Drive: The Surprising Truth About What Motivates Us
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Drive: The Surprising Truth About What Motivates Us

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3.92 of 5 stars 3.92  ·  rating details  ·  30,424 ratings  ·  2,036 reviews
The New York Times bestseller that gives readers a paradigm—shattering new way to think about motivation.

Most people believe that the best way to motivate is with rewards like money—the carrot-and-stick approach. That's a mistake, says Daniel H. Pink (author of To Sell Is Human: The Surprising Truth About Motivating Others). In this provocative and persuasive new book, he...more
Paperback, 270 pages
Published April 5th 2011 by Riverhead Trade (first published 2008)
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Newengland
Why am I writing this review on Goodreads, anyway? I'm not getting paid for it. There are plenty of other things I should be doing. And it's not like I have a coterie of devoted followers waiting with bated breath for my next review (in fact, the vast majority of reviews I write here get zero comments and zero "likes"). So why, then?

DRIVE has the answer. I do it for me. I do it for intrinsic reasons and thumb my nose at the world of extrinsic ones. I do it because I derive personal pleasure from...more
Ian Paganus
From the Fictive Desk of D.J. Ian:

The End is Much More Exciting than It Was Once Upon a Time

The story of GoodBetterBestReads has really only just begun, but we have already become the world’s largest community of potential readers, book buyers and Kindle users who have star-rated a book at least once in the last 12 months.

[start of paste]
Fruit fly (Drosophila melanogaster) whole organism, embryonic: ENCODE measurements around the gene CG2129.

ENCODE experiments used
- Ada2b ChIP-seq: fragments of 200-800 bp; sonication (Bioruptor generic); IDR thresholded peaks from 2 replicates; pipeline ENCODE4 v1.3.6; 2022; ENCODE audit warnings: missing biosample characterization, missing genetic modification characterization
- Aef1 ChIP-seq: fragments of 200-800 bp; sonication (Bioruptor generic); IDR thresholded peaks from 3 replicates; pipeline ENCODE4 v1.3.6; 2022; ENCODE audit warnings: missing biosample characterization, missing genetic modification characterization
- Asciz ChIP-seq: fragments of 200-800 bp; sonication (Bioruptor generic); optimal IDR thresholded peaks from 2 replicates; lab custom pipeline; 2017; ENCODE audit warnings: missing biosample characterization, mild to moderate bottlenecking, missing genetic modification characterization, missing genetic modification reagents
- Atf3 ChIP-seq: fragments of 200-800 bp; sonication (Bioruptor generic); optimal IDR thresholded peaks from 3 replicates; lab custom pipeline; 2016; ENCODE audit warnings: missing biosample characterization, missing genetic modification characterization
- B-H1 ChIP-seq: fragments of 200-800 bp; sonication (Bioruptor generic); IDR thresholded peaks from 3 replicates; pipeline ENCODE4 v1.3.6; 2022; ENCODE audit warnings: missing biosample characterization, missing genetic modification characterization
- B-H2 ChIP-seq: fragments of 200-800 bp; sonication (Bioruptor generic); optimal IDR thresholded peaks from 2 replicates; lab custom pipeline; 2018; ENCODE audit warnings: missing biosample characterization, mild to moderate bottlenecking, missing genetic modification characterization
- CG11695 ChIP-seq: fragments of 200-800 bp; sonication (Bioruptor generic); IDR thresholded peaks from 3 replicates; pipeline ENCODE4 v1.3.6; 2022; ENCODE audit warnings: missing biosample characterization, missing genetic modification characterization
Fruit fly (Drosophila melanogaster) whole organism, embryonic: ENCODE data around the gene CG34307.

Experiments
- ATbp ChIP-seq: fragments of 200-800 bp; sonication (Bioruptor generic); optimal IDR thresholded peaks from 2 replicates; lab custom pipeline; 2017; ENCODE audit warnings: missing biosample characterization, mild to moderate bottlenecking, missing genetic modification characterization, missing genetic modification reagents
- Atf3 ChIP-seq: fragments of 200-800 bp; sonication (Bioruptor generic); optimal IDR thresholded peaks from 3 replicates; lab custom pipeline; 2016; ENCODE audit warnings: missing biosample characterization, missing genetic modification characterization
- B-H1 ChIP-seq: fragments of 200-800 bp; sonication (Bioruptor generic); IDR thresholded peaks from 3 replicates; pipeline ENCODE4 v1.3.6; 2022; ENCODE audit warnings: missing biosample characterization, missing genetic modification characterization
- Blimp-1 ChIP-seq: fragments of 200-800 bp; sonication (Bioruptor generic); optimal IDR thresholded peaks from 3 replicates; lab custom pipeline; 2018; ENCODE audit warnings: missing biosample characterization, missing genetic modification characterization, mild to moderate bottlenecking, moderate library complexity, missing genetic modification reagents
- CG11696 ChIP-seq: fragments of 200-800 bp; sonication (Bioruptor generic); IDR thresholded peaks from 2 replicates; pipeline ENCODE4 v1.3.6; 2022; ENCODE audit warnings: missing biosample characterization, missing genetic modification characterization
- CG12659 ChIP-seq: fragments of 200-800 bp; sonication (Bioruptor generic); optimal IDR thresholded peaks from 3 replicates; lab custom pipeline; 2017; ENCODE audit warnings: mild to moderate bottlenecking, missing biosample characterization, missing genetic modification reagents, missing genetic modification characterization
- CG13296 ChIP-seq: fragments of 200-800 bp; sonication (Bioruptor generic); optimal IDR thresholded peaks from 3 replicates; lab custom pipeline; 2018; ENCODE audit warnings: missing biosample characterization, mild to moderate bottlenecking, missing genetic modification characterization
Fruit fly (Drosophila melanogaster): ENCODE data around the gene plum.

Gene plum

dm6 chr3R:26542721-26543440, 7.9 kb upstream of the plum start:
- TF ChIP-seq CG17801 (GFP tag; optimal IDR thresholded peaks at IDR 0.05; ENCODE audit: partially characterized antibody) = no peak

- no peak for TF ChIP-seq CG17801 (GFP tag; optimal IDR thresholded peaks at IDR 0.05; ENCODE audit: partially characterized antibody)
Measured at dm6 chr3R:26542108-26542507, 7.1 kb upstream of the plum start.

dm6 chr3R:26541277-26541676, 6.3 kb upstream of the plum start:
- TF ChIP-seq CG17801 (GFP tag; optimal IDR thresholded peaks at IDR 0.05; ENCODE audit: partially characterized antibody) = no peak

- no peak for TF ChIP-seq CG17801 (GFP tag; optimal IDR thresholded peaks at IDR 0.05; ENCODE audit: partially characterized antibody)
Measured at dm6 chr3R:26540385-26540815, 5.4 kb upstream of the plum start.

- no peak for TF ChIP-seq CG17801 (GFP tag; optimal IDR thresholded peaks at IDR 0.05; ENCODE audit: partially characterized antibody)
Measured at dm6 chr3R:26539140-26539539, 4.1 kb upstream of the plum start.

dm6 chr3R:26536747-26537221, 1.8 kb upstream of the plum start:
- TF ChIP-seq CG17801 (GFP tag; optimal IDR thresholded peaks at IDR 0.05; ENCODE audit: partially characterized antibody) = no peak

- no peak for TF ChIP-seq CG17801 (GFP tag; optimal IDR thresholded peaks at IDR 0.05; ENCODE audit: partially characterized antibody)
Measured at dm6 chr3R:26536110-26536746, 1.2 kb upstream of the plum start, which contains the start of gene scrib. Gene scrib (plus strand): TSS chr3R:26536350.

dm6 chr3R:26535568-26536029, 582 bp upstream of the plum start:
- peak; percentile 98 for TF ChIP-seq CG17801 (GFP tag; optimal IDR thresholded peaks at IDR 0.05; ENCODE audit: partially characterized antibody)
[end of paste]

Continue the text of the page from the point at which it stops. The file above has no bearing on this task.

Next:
The problem is you can’t buy a condo or a beer off the back of potential alone. We need people to buy books, and to do that we need people who can sell books.

That’s where you...more
Laura
What frustrates me is the main premise has a contradiction that is never addressed. He begins the book with some research on monkeys that demonstrated an innate interest in solving puzzles. He then goes on to describe his big premise which is that we are are in the midst of a major motivational shift. First our motivation was our biological drives. Then came a period of motivation from structure and oversight. And now we want autonomy to determine our own motivation. But Pink's presentation on t...more
Trevor
This book comes with its own summary – a very handy thing:

“COCKTAIL PARTY SUMMARY
When it comes to motivation, there’s a gap between what science knows and what business does. Our current business operating system—which is built around external, carrot-and-stick motivators—doesn’t work and often does harm. We need an upgrade. And the science shows the way. This new approach has three essential elements: (1) Autonomy—the desire to direct our own lives; (2) Mastery—the urge to get better and better...more
Jeanette  "Astute Crabbist"
So, I listened to this entire book about motivation, and I can't figure out why I don't feel motivated to write a review. No carrot, no stick, no review.
Paul Eckert
I can think of a few alternate titles for this book.

“The Art of Beating a Dead Horse: Your Guide to Regurgitating the Same Point in Every Chapter”

“How to Filter Years of Other People’s Research into Broad Talking Points”

“You Too Can Write a Book With At Least 25% Filler Material”

“The Fair and Balanced Guide to Selling Your Point By Avoiding Contradictory Evidence”

I jest, yet I do think the main topic of this book is important and true. I will save you the pain of reading it by stating it here: p...more
Ryan
In Drive, Daniel H. Pink suggests that there is a gap between what "science knows and what business does." I was not shocked to learn that this gap exists, and I attributed Pink's decision to emphasize the existence of this gap to what I believe is the author's drive to attract corporate speaking engagements, consultancies, and Op/Ed articles in national newspapers. If he's lucky, he could maybe land a job as a pundit. Ostensibly, Pink's purpose is to share the "surprising truth about what motiv...more
Phoebe
Only the first chapter is necessary. The rest is repetitious and filled with soon-to-be-obsolete computer metaphors.